I’ve given a lot of thought to succession planning for chairs since I became aware of the NGA’s policy that no chair of governors should remain in post continuously in the same school for more than six years. (Why six? I’ve not yet had a satisfactory answer to that). It’s over two years since I wrote a blog post arguing in favour of chairs’ terms of office being limited, though I’ve yet to be convinced that six years is the magic number.
In any case I was getting to a time when it had to become personal and, at the end of the summer term, I left the governing body of my children’s former primary school after 12 ½ years as a governor and 7 years as chair. I have to be honest I’ve shed a few tears. It’s been a huge wrench to leave a school that I love and am enormously proud of – so why did I do it…?
For all the reasons I’ve argued in theory of course. I do believe you can get too close, you can get to a point where you’re no longer able to bring fresh eyes and be objective, that there’s a danger in boards relying too heavily on one person, that new perspectives and approaches are needed. None of that made it any easier to walk out of the door though.
I’m not sure I could have done it, when the time came, if I hadn’t made it impossible for myself to change my mind. I gave four terms’ notice to the governing body. I encouraged someone to step up as co-chair for twelve months to work alongside me. That person started chairing meetings and I took less of an active role. All that was left at the end was to walk sadly away, knowing I was leaving the governing body in good hands.
I haven’t walked away from governance of course. Two years ago I joined a new governing body of a school that was in requires improvement, where I’m now very proud to be chair, and proud to say we came out of RI recently. I love my new school, and am enormously proud of it, and the fantastic staff and governors there. And perhaps I’m able to bring a little more emotional detachment, having never had children of my own there. Then last term I joined a secondary school governing body, to widen my experience further, and am quickly learning to love my new school. The end of term celebrations showcased amazing talent, and I wait Thursday’s results with bated breath…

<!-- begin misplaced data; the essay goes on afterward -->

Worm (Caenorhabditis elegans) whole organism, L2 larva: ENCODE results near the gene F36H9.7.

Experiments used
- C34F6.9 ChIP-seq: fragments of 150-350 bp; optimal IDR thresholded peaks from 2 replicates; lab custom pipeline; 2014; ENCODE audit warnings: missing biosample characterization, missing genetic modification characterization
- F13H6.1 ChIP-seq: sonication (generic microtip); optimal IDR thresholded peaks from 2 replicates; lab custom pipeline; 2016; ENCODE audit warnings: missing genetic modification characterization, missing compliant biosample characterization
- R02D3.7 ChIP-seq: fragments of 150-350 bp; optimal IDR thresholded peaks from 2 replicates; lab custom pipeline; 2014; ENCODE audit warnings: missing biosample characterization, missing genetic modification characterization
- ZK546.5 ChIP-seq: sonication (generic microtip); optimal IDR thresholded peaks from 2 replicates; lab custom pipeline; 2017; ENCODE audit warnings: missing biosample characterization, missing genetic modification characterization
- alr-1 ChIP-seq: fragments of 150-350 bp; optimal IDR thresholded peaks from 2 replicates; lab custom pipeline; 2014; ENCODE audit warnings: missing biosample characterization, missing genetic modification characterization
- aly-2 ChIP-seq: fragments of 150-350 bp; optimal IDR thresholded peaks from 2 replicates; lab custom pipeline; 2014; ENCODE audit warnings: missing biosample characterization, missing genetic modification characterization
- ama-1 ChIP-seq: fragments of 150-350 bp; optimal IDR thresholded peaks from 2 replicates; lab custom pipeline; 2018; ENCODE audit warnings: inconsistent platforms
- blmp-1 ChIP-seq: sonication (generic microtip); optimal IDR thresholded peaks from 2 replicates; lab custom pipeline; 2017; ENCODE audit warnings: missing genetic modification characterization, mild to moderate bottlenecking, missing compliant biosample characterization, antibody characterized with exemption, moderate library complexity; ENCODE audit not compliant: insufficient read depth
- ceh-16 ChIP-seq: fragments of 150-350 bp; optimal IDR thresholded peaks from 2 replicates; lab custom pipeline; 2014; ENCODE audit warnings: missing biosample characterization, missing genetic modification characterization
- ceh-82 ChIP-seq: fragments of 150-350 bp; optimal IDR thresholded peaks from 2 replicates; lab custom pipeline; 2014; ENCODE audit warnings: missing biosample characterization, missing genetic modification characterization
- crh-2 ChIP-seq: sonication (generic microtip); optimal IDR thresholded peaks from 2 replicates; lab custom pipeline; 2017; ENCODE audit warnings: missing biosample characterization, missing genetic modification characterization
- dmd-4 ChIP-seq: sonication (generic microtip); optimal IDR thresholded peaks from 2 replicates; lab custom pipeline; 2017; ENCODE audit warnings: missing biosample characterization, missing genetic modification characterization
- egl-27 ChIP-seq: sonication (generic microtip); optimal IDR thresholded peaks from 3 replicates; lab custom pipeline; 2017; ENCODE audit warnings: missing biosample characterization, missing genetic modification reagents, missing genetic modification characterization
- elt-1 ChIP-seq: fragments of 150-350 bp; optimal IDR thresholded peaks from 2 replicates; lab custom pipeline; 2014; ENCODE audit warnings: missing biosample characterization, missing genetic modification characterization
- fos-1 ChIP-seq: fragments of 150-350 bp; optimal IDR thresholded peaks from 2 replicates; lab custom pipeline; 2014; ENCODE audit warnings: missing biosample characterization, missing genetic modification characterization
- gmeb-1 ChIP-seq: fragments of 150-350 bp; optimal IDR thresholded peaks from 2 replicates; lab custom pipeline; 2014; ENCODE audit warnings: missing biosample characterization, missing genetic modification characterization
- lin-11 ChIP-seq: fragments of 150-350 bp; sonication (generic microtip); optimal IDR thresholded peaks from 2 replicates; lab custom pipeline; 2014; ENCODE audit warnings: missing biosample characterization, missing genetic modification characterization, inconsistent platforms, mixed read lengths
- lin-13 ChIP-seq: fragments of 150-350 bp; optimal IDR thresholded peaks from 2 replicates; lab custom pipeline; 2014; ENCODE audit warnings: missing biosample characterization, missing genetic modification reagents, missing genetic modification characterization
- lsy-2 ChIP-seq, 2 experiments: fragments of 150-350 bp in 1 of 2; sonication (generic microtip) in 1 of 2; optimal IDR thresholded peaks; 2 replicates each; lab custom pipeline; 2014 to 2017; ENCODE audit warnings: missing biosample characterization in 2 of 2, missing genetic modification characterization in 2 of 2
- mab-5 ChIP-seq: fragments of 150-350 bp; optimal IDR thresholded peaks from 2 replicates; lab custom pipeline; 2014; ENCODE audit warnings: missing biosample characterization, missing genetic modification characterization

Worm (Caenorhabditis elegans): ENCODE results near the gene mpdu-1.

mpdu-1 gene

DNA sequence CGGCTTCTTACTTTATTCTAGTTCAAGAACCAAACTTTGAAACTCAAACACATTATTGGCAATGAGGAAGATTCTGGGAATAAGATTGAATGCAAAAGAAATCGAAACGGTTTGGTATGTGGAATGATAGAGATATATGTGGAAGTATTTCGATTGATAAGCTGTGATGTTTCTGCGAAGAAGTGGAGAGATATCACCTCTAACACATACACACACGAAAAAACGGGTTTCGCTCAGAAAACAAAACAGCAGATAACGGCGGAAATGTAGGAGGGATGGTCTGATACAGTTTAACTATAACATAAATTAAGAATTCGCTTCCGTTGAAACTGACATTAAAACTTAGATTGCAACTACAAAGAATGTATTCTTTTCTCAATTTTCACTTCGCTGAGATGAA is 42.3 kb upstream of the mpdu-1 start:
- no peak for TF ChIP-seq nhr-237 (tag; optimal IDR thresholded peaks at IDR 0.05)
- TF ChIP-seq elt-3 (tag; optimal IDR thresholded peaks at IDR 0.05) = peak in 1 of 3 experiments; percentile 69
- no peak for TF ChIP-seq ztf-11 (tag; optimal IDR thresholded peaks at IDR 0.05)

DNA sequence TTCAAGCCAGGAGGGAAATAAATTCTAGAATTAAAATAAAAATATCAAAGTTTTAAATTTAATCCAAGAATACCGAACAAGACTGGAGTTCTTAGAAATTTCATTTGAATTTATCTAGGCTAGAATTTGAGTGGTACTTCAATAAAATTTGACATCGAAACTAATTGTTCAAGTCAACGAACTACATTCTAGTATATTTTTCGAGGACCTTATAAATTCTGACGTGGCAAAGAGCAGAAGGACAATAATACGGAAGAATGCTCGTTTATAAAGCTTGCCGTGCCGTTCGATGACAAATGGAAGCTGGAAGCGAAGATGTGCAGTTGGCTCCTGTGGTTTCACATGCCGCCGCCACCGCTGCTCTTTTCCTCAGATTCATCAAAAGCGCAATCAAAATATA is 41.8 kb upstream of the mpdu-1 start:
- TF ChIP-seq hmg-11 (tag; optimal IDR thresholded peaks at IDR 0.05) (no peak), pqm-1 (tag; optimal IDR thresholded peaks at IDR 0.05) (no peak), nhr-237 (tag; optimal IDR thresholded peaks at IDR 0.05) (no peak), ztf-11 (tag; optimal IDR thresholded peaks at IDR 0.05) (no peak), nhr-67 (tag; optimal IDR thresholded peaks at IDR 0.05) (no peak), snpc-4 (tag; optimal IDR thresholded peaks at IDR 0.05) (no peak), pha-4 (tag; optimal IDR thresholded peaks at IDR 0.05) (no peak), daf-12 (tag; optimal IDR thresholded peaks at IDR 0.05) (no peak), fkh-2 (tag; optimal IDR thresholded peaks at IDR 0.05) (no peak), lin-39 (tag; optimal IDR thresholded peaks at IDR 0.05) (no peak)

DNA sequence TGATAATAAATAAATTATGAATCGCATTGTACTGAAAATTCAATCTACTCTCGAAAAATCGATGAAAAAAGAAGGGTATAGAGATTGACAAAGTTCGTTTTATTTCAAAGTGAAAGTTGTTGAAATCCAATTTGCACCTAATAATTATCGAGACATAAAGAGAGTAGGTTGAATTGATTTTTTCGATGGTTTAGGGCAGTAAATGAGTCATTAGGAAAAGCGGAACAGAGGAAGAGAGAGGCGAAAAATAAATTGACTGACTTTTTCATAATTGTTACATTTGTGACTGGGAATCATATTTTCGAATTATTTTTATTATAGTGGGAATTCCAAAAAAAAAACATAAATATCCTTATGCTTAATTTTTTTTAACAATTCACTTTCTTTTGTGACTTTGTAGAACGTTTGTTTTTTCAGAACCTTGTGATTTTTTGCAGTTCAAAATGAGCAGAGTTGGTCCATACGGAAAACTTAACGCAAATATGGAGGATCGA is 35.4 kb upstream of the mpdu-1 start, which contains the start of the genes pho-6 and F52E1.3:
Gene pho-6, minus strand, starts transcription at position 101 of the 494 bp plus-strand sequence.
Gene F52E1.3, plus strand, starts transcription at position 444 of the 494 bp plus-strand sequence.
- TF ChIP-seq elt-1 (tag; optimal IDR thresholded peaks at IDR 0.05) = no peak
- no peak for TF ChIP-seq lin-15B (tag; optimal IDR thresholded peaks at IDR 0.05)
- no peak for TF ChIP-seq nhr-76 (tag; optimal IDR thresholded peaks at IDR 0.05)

But I’m a system leader. I committed to that when I was designated a National Leader of Governance in 2012. And my professional life is providing support to other governors and governing bodies and boards in all sectors. That helped me overcome the emotional connection to ‘my’ school, but I can equally understand why lots of governors have made a commitment to a particular school because it’s part of their own local community, and wouldn’t be interested in governing in another school. If that’s where you’re coming from I would urge you to think again. The excitement of getting to know a new school and feeling you’re making a difference in a new way is fantastic, and it’s re-energised my enthusiasm for my own governing role.
As we’re starting a new academic year, why not think about what your next governance challenge could be? Perhaps it will be taking up more of a leadership role on your current governing body, or maybe it’s time to think about sharing your experience elsewhere? As Lord Nash says: “Chairs can sometimes stay in post too long and, because everyone’s too polite to put the interests of children first, can, themselves, become the barrier to change and progress. Which is why I think governors should think really hard about appointing a chair for, say, no more than 2 terms of office [eight years]. And if, at that point, the chair is still doing a great job, governors could consider encouraging the chair to take up the mantle of a system leader and train up their vice-chair, so they, themselves, can move on and help another school.”